One thing I do have to give this movie credit for is that the costumes and makeup looked amazing. Aside from He-Man’s weird looking shoulder pads and cape, and the fact that none of the mouths moved very much, they did a pretty good job. Many of them looked pretty bizarre, like the leader of the group of mercenaries with a giant white head of hair. I personally thought that the lizardlike mercenary looked the best, especially with his moving throat sac, too bad he never got much screen time. There was a pretty big handful of creatures and lots of metal clothing. Hands down the best work was saved for Skeletor, it looked amazing, with great features, though it was kind of odd that it looked like they gave him some sort of vampire fangs. His transformation design was a little less impressive if much more grandeur, with plenty of ornate gold accessories. It was kind of funny that they did sort of have the He-Man transformation scene, but Skeletor got to have it instead of He-Man. And the cosmic key, the musical dimensional portal that everyone is after is somewhere between looking like a weird cheap plastic contraption and a pretty impressive high tech device with all its spinning forks and sparkly light show.
Aside from the makeup, Skeletor was fantastic as the villain in this movie. Frank Langella owned the screen any time he spoke, giving an alien that looks like a giant skeleton in a hoodie the gravitas of Shakespearean acting. He made you believe everything that he was saying. He wanted to rule his planet and he wasn’t going to accept defeat. He doesn’t accept the incompetence of his minions lightly and will easily make an example out of a failure like any good mob boss. Evil-Lyn wasn’t quite as impressive, but Skeletor was a pretty tough act to follow. She had a couple breathy scenes between him and her, but they never really amounted to anything. There was also the great little moment where she uses the information about Courtney Cox’s dead parents to trick her into giving them the cosmic key.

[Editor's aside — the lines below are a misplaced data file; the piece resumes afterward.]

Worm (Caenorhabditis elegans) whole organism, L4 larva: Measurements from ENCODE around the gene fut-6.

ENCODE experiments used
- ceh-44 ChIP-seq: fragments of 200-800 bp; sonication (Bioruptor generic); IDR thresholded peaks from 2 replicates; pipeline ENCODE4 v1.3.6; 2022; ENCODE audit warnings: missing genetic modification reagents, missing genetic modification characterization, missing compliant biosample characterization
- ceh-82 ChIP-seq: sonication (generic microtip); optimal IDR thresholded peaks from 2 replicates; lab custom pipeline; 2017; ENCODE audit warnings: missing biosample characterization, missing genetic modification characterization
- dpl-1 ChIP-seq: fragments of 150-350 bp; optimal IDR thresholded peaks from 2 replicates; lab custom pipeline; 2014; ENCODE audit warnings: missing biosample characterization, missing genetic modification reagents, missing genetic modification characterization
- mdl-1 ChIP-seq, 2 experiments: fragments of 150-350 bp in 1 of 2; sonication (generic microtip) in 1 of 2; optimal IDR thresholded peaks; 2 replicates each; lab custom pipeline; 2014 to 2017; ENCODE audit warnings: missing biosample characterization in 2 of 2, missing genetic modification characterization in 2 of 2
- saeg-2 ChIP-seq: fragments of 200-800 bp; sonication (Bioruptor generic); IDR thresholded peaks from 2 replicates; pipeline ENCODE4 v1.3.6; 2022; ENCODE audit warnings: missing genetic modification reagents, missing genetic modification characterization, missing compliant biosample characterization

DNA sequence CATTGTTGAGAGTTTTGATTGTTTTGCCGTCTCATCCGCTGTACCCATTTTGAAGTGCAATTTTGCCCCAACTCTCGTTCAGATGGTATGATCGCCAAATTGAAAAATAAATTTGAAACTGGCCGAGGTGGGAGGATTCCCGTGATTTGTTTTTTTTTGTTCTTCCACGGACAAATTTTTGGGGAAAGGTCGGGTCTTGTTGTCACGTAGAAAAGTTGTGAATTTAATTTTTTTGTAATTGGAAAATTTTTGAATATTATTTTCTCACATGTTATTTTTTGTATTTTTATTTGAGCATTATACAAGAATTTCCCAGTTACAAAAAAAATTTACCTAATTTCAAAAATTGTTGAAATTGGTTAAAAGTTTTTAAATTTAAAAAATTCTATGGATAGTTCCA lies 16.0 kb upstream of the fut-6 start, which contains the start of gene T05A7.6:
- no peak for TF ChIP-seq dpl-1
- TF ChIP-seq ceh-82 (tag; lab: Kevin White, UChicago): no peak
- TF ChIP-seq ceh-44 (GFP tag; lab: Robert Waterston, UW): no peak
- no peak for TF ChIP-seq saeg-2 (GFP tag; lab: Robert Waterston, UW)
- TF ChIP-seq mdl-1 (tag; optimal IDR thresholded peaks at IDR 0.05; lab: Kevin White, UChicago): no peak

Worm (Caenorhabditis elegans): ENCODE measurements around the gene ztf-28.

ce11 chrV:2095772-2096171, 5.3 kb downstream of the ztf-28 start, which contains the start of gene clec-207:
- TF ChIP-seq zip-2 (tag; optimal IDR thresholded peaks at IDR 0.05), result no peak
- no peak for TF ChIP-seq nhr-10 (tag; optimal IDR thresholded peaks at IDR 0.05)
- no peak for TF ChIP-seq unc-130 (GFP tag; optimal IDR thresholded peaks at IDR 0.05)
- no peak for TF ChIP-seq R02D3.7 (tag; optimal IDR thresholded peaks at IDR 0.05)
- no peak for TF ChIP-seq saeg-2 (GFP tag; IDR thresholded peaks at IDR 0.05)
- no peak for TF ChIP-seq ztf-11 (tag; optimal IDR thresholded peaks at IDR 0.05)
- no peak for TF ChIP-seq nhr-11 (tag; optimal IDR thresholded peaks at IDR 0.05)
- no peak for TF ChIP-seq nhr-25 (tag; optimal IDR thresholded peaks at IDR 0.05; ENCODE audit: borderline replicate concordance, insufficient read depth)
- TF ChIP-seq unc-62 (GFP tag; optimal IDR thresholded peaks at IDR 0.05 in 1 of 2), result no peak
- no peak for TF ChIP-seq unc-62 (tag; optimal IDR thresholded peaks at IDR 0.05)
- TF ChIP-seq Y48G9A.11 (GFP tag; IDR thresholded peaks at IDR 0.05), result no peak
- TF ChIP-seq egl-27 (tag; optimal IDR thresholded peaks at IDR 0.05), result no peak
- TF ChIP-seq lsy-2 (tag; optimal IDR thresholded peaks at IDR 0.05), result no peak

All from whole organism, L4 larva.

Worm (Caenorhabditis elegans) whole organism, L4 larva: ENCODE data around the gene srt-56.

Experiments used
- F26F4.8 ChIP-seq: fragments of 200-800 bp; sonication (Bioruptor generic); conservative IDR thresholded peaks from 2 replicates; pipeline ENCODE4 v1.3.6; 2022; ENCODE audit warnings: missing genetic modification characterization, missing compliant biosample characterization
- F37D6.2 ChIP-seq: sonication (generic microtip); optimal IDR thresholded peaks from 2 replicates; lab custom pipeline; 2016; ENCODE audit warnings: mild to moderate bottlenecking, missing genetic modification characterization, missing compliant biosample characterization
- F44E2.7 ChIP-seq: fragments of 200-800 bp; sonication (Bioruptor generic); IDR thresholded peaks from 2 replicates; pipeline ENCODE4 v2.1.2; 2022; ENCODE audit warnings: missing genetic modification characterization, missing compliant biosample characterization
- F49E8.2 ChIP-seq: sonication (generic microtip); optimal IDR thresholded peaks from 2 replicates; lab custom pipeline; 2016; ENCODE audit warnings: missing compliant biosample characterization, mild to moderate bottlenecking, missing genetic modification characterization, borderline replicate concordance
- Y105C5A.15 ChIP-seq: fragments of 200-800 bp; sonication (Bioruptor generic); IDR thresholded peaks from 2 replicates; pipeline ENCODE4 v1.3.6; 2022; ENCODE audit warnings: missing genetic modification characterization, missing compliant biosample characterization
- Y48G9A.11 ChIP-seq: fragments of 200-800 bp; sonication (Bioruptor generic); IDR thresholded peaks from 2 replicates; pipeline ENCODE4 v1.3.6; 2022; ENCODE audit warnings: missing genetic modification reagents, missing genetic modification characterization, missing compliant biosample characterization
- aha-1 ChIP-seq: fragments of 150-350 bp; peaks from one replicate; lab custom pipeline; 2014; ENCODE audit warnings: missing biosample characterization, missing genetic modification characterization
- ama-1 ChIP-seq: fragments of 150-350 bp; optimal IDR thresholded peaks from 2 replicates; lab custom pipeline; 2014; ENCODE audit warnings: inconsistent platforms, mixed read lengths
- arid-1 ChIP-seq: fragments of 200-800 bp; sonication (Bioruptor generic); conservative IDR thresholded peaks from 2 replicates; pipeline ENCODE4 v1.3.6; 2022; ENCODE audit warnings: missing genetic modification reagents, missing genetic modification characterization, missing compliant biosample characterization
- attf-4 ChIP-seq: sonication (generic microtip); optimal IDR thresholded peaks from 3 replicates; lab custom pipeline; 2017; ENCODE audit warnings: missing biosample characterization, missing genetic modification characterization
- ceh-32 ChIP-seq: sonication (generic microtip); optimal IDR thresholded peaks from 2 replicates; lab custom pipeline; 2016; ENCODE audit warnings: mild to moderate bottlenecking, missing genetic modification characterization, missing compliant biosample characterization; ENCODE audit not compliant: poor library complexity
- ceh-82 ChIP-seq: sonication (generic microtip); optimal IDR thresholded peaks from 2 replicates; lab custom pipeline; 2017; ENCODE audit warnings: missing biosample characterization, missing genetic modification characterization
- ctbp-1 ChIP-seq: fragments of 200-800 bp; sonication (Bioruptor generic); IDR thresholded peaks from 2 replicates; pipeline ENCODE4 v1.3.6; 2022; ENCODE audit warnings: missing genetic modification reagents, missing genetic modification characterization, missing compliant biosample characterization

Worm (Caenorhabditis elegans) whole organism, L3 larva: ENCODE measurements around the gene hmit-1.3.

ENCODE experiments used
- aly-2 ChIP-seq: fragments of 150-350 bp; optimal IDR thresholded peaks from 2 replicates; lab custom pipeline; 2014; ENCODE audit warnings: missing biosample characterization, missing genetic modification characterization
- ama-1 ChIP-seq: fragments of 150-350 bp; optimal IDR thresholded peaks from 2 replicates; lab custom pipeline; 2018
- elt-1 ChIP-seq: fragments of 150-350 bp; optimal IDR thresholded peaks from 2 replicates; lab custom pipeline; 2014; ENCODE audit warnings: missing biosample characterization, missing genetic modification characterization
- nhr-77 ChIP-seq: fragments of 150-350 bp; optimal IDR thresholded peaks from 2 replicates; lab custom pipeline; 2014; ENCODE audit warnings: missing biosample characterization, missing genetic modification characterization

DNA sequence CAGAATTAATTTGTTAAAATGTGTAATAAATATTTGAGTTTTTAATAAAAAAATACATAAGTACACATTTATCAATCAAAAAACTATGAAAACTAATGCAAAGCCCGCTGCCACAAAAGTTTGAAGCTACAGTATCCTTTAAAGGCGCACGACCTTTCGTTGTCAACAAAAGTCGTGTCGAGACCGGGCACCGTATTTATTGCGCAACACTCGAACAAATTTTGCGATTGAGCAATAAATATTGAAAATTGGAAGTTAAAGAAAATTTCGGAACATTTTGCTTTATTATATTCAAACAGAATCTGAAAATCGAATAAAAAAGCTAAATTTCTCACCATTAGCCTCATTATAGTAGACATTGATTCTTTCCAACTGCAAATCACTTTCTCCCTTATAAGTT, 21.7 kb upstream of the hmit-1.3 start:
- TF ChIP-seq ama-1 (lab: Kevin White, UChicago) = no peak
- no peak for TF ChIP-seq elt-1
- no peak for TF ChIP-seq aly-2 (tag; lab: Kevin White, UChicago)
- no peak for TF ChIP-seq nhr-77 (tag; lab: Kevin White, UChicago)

The plot is a fairly basic “aliens get stranded in our world” scenario. The two Earth kids are Courtney Cox’s Julie and Kevin. They were given just enough backstory to make them interesting without taking too much away from the Eterians. She’s getting ready to move away after her parents had died even though she’s still in love with Kevin. He’s a fairly bland musician in a band that we never meet and has a good ear for musical notes. The death of Julie’s parents basically existed as an excuse for a couple of story points like the earlier one I mentioned with Evil-Lyn. There’s also the obligatory scene where Julie breaks down, blaming herself for their death. It was also used for the sappy sweet everybody’s happy ending where they’re sent back in time to just before her parents got on the plane that crashed. The worst part about the ending is how it was set up to be the “it was all a dream” ending, but they didn’t even play off of that, they just ran to each other and held up the evidence of their trip. Not to mention the cop in the movie stayed behind in Eternia, gaining a wife out of nowhere.